Iron Curtain Trail

A European idea and a showcase project

The Iron Curtain Trail

How did the Iron Curtain Trail come about, anyway? Who came up with the idea? Michael Cramer is regarded as the "father" of the long-distance cycle path connecting the countries. The German politician had already initiated the "Berlin Wall Cycle Path" in the German capital as transport policy spokesman for the Greens.

While this cycle path was being built between 2002 and 2006, Michael Cramer moved to the European Parliament as a member of the Green Party. As Chairman of the Committee for Transport and Tourism, he was committed to extending his concept of the Berlin Wall Cycle Route to the entire area along the former East-West border of Europe.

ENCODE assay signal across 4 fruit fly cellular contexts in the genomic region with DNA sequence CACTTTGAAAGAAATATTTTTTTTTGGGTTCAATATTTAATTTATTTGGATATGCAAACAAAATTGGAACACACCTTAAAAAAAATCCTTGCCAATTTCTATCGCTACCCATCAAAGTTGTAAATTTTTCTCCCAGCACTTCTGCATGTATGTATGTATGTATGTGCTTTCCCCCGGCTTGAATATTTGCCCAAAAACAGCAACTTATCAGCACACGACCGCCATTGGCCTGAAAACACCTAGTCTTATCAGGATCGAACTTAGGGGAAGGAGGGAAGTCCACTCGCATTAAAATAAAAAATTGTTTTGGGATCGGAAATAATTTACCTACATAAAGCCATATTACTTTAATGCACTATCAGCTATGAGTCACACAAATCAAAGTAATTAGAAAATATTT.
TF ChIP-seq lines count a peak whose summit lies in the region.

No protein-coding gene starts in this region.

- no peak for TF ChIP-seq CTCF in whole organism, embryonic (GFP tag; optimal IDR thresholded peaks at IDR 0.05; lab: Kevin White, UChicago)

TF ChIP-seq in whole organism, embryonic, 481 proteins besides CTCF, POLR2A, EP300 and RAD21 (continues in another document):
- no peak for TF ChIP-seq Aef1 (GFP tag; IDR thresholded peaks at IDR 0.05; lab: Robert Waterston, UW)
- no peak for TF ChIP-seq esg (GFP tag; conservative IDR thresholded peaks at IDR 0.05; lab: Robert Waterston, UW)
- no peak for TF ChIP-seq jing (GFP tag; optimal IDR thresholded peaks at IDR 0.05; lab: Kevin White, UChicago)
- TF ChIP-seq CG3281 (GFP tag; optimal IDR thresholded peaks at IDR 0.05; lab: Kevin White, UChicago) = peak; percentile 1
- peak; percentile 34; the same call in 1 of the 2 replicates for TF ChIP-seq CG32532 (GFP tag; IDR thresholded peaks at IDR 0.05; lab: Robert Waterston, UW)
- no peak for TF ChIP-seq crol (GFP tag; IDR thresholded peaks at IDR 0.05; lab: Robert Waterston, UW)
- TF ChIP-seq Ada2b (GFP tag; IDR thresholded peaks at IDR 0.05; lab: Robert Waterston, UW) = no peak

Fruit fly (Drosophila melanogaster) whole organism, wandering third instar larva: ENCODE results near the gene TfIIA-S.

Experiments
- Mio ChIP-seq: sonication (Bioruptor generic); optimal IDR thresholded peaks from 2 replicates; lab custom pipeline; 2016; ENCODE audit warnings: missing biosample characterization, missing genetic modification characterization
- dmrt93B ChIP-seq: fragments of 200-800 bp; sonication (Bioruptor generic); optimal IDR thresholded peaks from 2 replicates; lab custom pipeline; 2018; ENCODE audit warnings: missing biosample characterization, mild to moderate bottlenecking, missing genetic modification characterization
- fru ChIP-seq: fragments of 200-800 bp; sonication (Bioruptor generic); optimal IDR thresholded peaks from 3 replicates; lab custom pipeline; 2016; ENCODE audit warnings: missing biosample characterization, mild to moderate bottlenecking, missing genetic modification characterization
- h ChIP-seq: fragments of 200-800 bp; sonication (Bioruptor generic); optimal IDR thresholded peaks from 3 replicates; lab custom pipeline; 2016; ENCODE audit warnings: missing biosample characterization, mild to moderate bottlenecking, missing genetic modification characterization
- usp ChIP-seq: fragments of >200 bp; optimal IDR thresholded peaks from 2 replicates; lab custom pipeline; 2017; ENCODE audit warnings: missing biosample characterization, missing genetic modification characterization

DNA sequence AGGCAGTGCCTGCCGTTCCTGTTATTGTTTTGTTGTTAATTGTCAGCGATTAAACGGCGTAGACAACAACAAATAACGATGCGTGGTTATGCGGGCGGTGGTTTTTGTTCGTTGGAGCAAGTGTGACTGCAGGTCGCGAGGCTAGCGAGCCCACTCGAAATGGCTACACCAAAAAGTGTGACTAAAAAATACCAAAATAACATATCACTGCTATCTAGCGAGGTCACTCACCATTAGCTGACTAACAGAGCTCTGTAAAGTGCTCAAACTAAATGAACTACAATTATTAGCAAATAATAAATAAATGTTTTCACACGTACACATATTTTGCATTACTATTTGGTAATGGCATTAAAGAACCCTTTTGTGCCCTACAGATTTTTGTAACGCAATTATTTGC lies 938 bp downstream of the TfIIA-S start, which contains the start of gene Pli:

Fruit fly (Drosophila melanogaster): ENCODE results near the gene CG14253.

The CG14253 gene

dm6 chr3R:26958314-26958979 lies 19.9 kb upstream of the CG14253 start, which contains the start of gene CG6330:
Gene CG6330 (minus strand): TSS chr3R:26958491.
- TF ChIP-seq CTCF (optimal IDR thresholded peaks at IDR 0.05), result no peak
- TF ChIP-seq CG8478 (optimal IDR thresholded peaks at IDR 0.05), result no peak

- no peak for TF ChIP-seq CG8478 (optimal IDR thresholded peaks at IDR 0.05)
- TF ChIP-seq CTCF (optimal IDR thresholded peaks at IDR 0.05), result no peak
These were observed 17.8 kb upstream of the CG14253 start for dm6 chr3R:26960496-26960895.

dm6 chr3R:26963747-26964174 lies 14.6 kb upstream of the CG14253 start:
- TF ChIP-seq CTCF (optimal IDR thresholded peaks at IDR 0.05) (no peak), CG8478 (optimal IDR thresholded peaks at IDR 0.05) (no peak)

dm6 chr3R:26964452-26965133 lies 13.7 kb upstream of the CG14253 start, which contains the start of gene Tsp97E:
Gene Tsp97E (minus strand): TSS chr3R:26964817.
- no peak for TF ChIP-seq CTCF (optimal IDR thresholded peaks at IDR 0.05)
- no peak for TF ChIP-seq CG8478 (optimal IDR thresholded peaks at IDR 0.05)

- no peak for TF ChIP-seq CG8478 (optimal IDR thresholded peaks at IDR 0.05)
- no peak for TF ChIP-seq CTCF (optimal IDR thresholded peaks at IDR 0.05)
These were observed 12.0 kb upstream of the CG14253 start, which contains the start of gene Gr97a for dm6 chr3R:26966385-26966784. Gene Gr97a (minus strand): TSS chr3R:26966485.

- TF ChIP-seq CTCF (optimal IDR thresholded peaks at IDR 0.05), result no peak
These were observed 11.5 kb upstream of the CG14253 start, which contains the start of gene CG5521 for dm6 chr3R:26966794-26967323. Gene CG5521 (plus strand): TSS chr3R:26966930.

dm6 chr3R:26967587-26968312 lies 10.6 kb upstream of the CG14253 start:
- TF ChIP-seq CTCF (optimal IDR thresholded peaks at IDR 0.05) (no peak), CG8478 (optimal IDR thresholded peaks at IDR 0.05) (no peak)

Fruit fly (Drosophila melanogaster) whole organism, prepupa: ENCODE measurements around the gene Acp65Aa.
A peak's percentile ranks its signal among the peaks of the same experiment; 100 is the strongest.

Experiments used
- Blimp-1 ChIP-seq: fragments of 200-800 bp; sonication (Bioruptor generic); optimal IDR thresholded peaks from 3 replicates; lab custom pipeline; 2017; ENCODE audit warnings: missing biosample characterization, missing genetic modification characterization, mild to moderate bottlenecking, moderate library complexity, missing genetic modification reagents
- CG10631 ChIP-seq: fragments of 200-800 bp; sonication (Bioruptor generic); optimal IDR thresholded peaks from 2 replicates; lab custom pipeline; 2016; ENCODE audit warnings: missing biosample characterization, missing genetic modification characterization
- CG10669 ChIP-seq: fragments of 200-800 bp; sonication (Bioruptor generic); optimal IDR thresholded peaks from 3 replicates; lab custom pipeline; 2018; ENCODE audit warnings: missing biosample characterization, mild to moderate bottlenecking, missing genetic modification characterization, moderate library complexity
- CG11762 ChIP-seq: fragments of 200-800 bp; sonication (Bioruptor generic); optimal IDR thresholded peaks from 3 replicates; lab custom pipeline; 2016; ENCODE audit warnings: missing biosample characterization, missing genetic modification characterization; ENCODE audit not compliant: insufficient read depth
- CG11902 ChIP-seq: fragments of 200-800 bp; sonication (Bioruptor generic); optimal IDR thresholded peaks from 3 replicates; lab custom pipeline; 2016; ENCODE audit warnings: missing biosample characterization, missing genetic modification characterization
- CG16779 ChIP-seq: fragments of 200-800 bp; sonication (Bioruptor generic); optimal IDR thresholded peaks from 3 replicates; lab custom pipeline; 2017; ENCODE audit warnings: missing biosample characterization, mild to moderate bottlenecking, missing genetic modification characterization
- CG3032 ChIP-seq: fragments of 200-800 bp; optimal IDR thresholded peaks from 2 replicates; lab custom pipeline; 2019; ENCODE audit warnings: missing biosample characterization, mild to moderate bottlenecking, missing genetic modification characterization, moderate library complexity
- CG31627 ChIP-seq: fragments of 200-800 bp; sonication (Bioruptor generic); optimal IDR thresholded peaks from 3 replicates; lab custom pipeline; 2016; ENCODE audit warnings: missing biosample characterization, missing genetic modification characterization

Among other things, in 2005 he called on the member states to support the Iron Curtain Trail as a showcase project for sustainable tourism. Since then, the 10,400 kilometre long cycle path has received significant support from the European institutions and is being promoted by the EU as a model for sustainable cultural tourism.

Where once fortifications and fences bordered countries, cyclists today experience impressive nature that has remained untouched for decades. From north to south the journey leads through very different landscapes and cultural areas. Twenty countries are on the way, including 14 EU member states. Each section tells its own piece of border history. On the way, cities and museums open up insights. Memorials and memorials commemorate the Iron Age.

Hardly any other long-distance cycle path in Europe combines explorations of history and culture with impressive nature experiences in such a multi-faceted way.

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